If you have a book on health and wellness, you might want to participate in the Health and Wellness Event to be held in San Pedro, CA July 16 and 17, 2011. You will have the opportunity to exhibit your book, perhaps you can apply to give a presentation. If you can’t attend, look into having your material placed on the networking table. Learn more here:

Bonus Article by Virginia Lawrence
Approaching Amazon Top Reviewers to Generate Important Reviews and Improve Book Sales in Amazon
Getting your print book and its Kindle version into should not be your final action in Amazon. Rather, you should build up your Author Page, and you should start building your list of top Amazon reviewers. This article is about increasing the number of beneficial book reviews displayed with your book’s Amazon listing.

Having your friends and other authors review the book can be helpful, but you should keep in mind that some reviewers carry more weight than others. Most of us cannot get gushing reviews from the New York Times, but if our book is good, we can get reviews written by the top Amazon reviewers in our category. Such reviews are taken very seriously be Amazon and by readers.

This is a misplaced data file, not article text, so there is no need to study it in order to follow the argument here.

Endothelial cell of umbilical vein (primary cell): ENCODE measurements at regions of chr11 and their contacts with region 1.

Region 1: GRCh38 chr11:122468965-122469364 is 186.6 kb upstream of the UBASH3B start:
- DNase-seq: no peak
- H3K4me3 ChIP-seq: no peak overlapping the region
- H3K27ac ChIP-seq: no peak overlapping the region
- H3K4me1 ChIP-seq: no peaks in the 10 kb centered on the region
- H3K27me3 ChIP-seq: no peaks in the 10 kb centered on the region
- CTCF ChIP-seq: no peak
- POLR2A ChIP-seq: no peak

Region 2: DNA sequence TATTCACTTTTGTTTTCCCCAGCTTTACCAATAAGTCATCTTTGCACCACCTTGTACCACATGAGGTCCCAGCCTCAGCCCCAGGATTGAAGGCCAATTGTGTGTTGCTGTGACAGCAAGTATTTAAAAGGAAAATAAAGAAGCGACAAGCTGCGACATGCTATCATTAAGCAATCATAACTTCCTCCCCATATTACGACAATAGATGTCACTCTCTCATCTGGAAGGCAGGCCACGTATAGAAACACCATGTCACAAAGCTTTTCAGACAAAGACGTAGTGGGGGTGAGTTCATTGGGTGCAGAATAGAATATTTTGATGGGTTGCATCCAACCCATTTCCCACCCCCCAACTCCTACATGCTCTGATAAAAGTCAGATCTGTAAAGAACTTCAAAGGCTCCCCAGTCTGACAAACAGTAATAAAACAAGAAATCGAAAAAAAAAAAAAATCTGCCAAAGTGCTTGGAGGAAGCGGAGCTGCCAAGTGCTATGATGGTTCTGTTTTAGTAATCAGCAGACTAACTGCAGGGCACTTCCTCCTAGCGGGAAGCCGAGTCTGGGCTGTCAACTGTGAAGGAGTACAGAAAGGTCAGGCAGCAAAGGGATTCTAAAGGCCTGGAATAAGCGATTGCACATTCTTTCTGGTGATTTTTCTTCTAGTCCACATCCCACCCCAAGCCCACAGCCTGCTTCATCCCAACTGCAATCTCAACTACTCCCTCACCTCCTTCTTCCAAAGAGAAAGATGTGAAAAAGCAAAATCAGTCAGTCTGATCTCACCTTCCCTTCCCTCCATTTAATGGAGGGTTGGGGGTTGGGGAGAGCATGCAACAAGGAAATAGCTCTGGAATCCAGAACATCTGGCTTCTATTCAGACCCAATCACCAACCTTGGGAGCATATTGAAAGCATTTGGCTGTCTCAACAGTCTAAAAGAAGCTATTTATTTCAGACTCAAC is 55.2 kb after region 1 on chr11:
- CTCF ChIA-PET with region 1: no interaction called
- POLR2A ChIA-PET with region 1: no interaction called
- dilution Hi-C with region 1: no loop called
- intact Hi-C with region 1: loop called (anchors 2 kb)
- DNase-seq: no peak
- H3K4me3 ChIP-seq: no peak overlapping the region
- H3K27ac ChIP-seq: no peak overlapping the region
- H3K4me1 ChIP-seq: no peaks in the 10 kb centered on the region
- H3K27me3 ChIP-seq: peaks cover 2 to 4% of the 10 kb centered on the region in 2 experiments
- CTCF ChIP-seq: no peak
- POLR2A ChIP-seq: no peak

To research Amazon’s top reviewers, start at Amazon’s own listing:

On that page, you’ll see two tabs, “New Reviewer Rank” and “Classic Reviewer Rank.” Note that Amazon ranks the reviewers for us. For example, as I’m writing this, A. Chandler is the #1 reviewer in the New Reviewer Rank list:
Amazon updates the reviewer rankings every day. The rankings are based on how recent the reviews are, as well as on the percentage of site visitors who viewed a review and clicked to label the review helpful.